Janice Cobb is a big film fan. But she never goes to a movie theater.
Cobb, who is deaf, misses the day when, thanks to open captioning, she could go to theaters with her husband, Donald, and her son, John, and see the latest releases.
“I really loved captioned movies because I could understand what the movie was about,” Cobb said. “I rarely missed any of the movies.”
Now the only time Janice and Donald, both deaf, go to the theater is to drop off their son who is not deaf. In Columbia, Forum 8 Theater and Hollywood Stadium 14 theaters sporadically showed open-captioned movies from 1996 to 2000 upon requests from local deaf organizations until they stopped the service due to cost of showings and low attendance. Now Cobb and Donald have to wait for the movies to come out on VHS or DVD, or drive to St. Ann or Olathe, Kan.
“The movie theaters do provide an accessibility for wheelchairs, but they are forgetting us,” Cobb said, an MU graduate student and deaf advocate at LEAD institute, a deaf advocate organization that provides services for deaf individuals in Missouri.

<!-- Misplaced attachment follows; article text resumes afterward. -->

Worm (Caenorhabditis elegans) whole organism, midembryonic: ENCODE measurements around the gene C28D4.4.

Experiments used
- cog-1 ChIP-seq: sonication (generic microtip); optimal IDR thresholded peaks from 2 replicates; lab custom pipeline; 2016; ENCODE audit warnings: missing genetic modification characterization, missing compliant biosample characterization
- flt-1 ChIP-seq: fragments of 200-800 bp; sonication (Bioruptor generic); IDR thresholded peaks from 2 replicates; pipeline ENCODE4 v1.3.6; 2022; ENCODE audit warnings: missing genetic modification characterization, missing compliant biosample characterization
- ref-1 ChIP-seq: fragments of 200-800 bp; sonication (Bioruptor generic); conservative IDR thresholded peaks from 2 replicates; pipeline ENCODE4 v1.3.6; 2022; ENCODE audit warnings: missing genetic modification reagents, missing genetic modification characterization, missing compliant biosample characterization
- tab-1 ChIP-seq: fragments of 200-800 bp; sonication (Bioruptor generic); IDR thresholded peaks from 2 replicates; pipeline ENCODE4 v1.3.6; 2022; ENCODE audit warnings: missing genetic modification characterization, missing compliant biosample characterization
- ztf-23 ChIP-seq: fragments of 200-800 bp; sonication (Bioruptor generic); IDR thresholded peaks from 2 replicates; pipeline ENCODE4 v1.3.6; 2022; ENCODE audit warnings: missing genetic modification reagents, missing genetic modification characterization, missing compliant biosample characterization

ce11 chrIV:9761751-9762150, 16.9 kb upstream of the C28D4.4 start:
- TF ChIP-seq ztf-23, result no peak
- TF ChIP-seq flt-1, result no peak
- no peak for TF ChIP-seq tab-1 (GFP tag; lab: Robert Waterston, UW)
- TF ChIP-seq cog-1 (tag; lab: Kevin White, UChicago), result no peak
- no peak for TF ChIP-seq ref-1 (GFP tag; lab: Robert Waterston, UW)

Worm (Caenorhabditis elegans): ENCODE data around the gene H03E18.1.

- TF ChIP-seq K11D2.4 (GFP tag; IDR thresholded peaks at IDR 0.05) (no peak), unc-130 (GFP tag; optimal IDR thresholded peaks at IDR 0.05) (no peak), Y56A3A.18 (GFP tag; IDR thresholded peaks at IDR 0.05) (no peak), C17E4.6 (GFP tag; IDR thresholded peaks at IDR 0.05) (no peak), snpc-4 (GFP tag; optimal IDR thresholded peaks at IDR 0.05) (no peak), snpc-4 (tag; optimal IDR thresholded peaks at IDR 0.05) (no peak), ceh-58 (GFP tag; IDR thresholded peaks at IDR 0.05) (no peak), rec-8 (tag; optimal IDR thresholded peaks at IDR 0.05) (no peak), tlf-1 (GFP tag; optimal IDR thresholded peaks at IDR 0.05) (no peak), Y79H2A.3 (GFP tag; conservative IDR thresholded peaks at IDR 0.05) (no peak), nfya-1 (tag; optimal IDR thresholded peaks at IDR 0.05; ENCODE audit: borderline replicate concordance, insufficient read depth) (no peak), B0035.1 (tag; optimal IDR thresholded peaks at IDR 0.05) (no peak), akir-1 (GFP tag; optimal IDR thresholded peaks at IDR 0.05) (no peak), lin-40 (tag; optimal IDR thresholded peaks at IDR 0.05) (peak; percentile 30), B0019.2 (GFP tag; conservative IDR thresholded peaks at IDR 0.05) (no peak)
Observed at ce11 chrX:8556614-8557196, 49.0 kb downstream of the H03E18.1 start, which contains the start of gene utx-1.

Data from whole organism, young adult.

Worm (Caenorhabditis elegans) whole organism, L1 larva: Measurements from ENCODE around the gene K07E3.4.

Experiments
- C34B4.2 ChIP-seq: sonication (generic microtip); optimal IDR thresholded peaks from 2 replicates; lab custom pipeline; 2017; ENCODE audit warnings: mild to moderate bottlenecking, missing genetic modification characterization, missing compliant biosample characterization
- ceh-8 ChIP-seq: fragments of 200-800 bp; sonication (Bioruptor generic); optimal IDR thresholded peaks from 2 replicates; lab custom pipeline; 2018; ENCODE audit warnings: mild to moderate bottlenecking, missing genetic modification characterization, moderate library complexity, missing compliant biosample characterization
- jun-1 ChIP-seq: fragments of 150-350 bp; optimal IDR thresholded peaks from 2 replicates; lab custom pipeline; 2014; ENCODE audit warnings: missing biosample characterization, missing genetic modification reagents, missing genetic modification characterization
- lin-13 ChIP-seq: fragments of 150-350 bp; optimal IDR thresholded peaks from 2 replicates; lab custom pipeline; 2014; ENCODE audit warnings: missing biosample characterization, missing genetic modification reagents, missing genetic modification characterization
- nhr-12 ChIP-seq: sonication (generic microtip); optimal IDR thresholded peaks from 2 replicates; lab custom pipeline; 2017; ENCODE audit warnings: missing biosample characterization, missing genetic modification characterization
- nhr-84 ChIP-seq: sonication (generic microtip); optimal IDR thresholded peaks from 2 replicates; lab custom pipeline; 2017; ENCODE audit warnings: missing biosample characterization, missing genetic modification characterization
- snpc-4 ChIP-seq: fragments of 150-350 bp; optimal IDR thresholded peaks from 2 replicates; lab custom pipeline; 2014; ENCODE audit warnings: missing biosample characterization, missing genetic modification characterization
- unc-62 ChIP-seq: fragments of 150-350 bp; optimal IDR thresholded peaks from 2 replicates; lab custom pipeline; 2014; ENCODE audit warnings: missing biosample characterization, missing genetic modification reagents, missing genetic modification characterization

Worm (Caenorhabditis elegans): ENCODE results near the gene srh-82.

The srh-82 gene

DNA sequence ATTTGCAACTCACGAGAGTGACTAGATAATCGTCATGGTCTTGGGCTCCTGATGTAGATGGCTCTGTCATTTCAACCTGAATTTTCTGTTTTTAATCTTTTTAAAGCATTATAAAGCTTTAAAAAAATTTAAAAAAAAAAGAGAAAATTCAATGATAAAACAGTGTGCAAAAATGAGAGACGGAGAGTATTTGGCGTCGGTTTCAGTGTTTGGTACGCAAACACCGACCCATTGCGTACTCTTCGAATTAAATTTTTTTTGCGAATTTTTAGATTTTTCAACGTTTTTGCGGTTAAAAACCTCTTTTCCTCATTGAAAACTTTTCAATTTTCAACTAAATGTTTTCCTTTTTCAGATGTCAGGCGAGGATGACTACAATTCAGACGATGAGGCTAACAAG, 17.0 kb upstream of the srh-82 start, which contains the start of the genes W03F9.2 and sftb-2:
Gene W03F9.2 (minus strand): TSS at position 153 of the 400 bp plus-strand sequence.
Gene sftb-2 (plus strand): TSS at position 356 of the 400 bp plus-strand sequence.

The most common way for people with hearing disabilities to access visual media such as films is through captions. Screen-based captioning such as open captioning shows movie’s dialogue, noises and sound effects in white text and superimposes it over screen images. Seat-based captioning, such as Rear Window, displays reversed captions on a light-emitting text display screen fastened to the back of a theater seat. Open captioning is the most common method of captioning in movie theaters, and unlike television’s closed-captioned text, the open captions are not surrounded by clunky black boxes and are less obtrusive than closed captions.
Since 1990, Title III of the Americans with Disabilities Act requires all public accommodations such as movie theaters to provide auxiliary aids and services as requested to provide accessible communications with people who are disabled. But it only encourages the theaters to provide captioned films for audiences with severe hearing disabilities. About 200 movie theaters across the nation regularly show captioned films for patrons with hearing disabilities.
Currently, Missouri has one movie theater that shows open-captioned movies; Northwest Plaza 9 Cine at St. Ann near St. Louis. Tennessee, Missouri’s neighbor state with a similar population, has six theaters regularly showing captioned movies and some other states that have similar populations to Missouri such as Maryland and Arizona have 11 and five such theaters, respectively.